Church of the East and the National Theme
Cardinal Louis Raphael Sako
We hear from time to time someone announces that all Iraqi Christians are Assyrians, or Chaldeans, or Syriacs, or Arameans. This kind of assumption is not logic and not accurate at all!
There should be a distinction between the Church and nationalism. The Church has an evangelical, humanitarian and a comprehensive spiritual mission that is open to all people, languages and countries. While nationalism, has its rules and agendas. So, they are two completely different fields.
The Church, is a divine institution, headed by Jesus Christ, and its community is a group of people who believes in Him, shares the same dogma (doctrine), rituals, canons, heritage, and “to some extent” the language as well, since there are Churches that use more than one language.
Nationalism, is a feeling of belonging to a specific nation that has its own land, language, history and heritage. In addition to having a political, social and economic agenda that serves its interests.
The Church of the East is a historical apostolic Church that expanded unprecedently around the world, spreading from Mesopotamia, the Gulf, Persia, Afghanistan, India, and China. Abdisho of Nisibis (+1318) wrote that, at his time, this Church had 220 diocese and archdiocese, with a community of about eighty million. No other Church has expanded, this way, in the first millennium.
The Church of the East has been called by multiple names, probably due to its location such as: the “Church of Persia” since it was within the territories of the Persian Empire; the “Church outside the walls” because it was located outside the walls of the Roman Empire and surprisingly, was named as the “Nestorian Church” even though its dogma was not Nestorian!
In conclusion, the community of the Church of the East, included Assyrians, Chaldeans, Persians, and Arab tribes from Al-Hirah and the Gulf, Indians and Chinese as well as Afghans (the city of Herat was for certain time Archdiocese). It is worth mentioning also that Patriarch Yehbalaha III (+1317) was a Mongolian and not an Assyrian. Hence, the Church of the East was not confined to Assyrian or Chaldean nationality.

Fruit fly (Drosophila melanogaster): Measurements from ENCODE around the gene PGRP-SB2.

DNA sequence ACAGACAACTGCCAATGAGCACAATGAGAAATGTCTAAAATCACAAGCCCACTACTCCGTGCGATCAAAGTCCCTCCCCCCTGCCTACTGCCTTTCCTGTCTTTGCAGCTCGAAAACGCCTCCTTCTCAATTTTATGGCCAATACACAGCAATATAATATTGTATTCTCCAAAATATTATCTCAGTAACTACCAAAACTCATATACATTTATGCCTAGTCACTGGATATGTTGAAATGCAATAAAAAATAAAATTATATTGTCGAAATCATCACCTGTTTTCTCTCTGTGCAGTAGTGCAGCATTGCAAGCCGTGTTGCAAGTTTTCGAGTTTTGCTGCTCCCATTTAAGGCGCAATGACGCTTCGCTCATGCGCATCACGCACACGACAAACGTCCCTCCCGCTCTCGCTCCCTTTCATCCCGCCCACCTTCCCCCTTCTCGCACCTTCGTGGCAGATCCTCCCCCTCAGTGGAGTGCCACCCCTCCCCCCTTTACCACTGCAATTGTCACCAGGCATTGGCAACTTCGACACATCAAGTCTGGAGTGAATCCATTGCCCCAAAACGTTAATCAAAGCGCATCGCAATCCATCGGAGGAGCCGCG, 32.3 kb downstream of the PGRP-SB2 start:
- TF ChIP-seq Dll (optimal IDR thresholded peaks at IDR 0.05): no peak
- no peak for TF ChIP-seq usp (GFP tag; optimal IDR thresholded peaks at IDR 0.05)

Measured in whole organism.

In the Abbasid Caliphate era, the Patriarch of the Church of the East had a symbolic mandate over “all Christians including Assyrians and Chaldeans” according to the Caliph’s decree (Al-Majdal Mari, pp. 92 and 125) despite the existed diversity, where there were Syriacs Orthodox and Byzantine Melkites in Iraq, who had their own Churches, and Syriacs had the house of Major Archbishop in Tikrit.
In 1441 the Church of the East was divided into two Churches: The 1st “Eastern” group was in Cyprus, joined the Catholic Church named as Chaldeans, and the 2nd group led by their Patriarch John Sulaqa, joined the Catholic Church in 1552 and named Chaldeans also.
The name “Assyrian Church of the East” that has been used recently is not found in all historical references! Another division was established in 1968, by a group named as “Old Eastern Church”. They all used the oriental Syriac dialogue in their liturgy
Knowing that these groups were all under the “umbrella” of the Church of the East, without paying any attention to the national issues at all!
Today, Among the community of our Chaldean Church (following Catholic doctrine), there are Chaldeans and Assyrians, even some of our parishes abroad has dual name “Assyrian and Chaldean”. In such Chaldean Catholic Church, the Assyrian or Chaldean people are proud of their nationality, since the Assyrian nation did not extinct with the fall of the Assyrian Empire in 612 BC. The same thing applies to the descendants of the Chaldean Babylonian empire (fell in 539 BC).
The use of the Syriac language in rituals does not mean national affiliation, as is the case of praying in Latin language by Italians, French, Germans, etc., which does not mean that their nationality is Latin.
Christian families (Churches) include: Catholic, Orthodox and Protestant. There is no Chaldean, Syriac, or Armenian doctrine. However, some of these Churches have groups that follow either Catholic, Orthodox, or Protestant doctrines!
Currently, there is a very important movement, in a frame of “ecumenical meetings” among different Churches aiming for unity. Churches unity is easier to achieve, since it is at the core of the Church formation to “be one” (John 17:21), compared to the unity of different nationalities.
The phenomenon of combining “Church name with nationality” is relatively recent. Somehow, there should be nothing wrong with it, if it is accompanied by clarity and understanding, away from “blind” fanaticism that prevents the required solidarity and cooperation, especially at these regional and global difficult circumstances as well as the waves of immigration that is threatening the existence of these Churches in Iraq and the Middle East.
Therefore, each “nationality” must respect the privacy of the other party and work hard on understanding, and cooperating with each other for a better future for themselves and their citizens. This is a responsibility in terms of conscience and sentiment.